01 February 2013 - Karl Leinberger
An issue that is becoming increasingly important in our industry is that of responsible investing (RI). In 2006, the United Nations released the Principles for Responsible Investment (UNPRI), to which Coronation was an early signatory. In 2011, revisions to Regulation 28 of the Pension Funds Act included an explicit requirement that institutional investors consider environmental, social and governance (ESG) issues in their investment process.
When I joined this industry 13 years ago, the primary concern of institutional investors was short-term financial return. If they didn’t like what they saw in the companies in which they were invested, they ‘voted with their feet’ and sold out. These days, much has changed and mostly it is for the better. Management teams are more transparent and accountable to their shareholders. Institutional investors, in turn, increasingly challenge the way in which management is remunerated, allocates capital and defines corporate strategic objectives. This has undeniably resulted in a culture of better governance.
Genuine progress has been made in bridging the gap between management and shareholders – one of the eternal dilemmas of management finance, taught to first-year commerce students around the world.
But this wave of institutional activism is a double-edged sword. As the old proverb goes, ‘The road to hell is paved with good intentions’. Much of the ESG language is emotive, loosely defined and therefore at risk of being interpreted in a manner that is convenient to the reader. We are also seeing worrying signs of unintended consequences, which if left unchecked will undermine much of what has already been achieved.
Be careful of box-ticking and marketing
Institutional investors are increasingly hiring RI experts, voting against resolutions at shareholder meetings and engaging management teams on the ESG issues of the day. Fund managers’ marketing brochures increasingly market the value being added in ESG issues. It all looks very good. And yet a lot of it amounts to little more than ‘playing for the crowds’.
In my opinion, there is an enormous amount of box-ticking that is taking place. The resolutions that are voted down at shareholder meetings are, more often than not, argued on very technical grounds.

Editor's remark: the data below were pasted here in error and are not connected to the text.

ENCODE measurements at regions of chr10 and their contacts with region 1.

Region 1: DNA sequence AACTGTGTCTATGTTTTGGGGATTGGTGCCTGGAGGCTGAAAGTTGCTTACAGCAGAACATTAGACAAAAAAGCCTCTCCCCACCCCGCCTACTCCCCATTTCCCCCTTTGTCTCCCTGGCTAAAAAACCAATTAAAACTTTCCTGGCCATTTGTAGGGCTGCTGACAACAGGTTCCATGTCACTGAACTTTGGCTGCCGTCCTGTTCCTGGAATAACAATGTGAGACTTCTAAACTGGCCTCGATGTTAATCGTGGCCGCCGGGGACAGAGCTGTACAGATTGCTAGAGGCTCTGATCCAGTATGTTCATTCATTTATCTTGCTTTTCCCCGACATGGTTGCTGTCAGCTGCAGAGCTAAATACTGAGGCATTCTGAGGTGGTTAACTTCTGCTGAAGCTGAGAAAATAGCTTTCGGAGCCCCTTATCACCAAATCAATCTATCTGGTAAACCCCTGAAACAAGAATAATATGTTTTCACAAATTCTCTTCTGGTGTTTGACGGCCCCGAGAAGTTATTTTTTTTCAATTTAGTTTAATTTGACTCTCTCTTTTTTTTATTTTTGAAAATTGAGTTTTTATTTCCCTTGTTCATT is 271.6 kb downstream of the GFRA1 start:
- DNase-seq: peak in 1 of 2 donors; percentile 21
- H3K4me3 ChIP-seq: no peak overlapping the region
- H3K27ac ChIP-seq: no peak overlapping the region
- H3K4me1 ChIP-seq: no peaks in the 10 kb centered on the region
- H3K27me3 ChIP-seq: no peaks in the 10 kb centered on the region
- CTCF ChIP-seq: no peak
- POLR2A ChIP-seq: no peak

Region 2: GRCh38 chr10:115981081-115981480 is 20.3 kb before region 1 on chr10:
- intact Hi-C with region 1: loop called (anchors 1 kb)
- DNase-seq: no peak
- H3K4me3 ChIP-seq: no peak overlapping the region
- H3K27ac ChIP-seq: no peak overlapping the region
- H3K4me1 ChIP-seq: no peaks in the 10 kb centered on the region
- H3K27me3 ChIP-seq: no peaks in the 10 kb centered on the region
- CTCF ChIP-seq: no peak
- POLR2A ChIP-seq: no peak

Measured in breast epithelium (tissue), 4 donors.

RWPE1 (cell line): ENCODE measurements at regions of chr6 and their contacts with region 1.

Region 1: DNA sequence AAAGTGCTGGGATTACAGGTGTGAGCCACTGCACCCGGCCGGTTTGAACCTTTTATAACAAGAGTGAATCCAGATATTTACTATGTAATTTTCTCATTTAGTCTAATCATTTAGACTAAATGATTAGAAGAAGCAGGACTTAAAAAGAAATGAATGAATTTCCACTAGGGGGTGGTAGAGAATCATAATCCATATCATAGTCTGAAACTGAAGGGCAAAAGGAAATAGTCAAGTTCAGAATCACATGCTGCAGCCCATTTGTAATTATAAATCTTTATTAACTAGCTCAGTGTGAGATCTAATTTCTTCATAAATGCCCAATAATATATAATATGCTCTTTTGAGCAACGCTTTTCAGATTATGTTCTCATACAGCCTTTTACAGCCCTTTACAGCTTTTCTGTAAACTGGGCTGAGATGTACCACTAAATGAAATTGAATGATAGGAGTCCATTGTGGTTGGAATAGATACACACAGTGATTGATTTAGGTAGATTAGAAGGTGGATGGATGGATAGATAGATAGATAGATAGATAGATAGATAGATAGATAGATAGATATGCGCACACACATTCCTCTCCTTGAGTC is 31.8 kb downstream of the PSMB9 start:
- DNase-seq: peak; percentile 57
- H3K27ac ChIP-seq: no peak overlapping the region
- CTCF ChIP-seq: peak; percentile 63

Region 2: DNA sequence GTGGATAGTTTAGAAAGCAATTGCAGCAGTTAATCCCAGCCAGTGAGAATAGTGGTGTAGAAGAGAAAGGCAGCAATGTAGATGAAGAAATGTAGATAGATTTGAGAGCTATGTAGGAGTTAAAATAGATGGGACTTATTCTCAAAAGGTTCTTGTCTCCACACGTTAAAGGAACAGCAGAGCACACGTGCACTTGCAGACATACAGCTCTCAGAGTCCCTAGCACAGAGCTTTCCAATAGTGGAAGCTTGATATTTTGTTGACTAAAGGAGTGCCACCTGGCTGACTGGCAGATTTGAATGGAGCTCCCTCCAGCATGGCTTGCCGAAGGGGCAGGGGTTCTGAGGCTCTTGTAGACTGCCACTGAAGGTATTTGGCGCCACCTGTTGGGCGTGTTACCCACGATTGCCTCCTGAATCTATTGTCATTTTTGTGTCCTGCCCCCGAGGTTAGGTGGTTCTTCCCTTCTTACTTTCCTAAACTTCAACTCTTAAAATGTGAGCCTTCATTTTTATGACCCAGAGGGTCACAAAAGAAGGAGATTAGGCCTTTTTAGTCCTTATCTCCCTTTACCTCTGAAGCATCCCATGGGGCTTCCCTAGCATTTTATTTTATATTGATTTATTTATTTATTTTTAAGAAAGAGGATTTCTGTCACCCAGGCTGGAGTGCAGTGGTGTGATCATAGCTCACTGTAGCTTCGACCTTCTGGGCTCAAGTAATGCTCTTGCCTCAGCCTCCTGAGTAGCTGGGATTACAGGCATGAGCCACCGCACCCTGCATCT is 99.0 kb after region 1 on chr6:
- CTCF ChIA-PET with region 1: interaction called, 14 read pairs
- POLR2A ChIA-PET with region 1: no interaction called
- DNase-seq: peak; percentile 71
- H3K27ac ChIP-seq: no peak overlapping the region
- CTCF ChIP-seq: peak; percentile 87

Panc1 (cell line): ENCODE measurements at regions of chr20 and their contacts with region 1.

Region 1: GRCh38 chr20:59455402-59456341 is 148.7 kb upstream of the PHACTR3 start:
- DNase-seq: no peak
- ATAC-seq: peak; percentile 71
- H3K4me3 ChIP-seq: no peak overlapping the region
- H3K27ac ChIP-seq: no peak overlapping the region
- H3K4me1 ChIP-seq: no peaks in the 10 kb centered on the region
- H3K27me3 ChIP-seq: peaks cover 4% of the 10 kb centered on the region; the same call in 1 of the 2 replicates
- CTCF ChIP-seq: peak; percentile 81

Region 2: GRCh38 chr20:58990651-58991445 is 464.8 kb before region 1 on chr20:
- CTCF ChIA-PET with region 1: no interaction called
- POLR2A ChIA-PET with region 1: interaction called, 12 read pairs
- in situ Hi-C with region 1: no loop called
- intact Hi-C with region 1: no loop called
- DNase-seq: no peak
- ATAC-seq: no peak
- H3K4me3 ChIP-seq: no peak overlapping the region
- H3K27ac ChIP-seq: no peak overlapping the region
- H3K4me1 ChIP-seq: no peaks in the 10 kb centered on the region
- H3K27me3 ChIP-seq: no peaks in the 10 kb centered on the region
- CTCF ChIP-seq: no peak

And then, strangely enough, when the big issues that fundamentally threaten stakeholder value need to be dealt with, we are constantly amazed by the absence of other institutional investors. These are the issues that require the ‘broad shoulders’ to meaningfully challenge senior management and boards of directors. They are the kinds of issues that could well find their way into the media, damage corporate relationships and put client relationships (and investment mandates) at risk. Examples might be:
- Are boards handling a takeover attempt appropriately?
- Is senior management good enough to do the job?
- Is capital being allocated in shareholders’ best interests?
- Are empowerment deals sufficiently broad-based?
- Are there any conflicts of interest that put stakeholder value at risk?
- Are remuneration schemes appropriately sized and structured
These are debates that take an enormous amount of time. Engagement on these issues is always uncomfortable. And yet this is where institutional investors can add the most value. These are issues that lie within our circle of competence, unlike many of the environmental and social issues that also fall within the ambit of ESG investing. In my mind, acting appropriately on one of these issues is worth a hundred non-material resolutions voted down at annual shareholder meetings.
This is where we spend most of our time and energy. In 2012 we had 65 interactions with management teams on governance issues. This, in my opinion, is where the ‘heavy lifting’ takes place, and it almost always doesn’t make it into the public domain. It isn’t something we would include in our marketing documents but it is the area where we have the most expertise and where we have added the most value for our clients over the years.
Don’t allow corporate governance to undermine good common sense
We are finding that a growing number of retiring chief executives are asking not to be put forward for non-executive board appointments. This is a worrying trend. People are living longer and someone retiring at 65 may have ten productive years ahead of them. Skills are short in South Africa and individuals with three or four decades of business experience are hard to come by. Why are these individuals opting out of corporate life?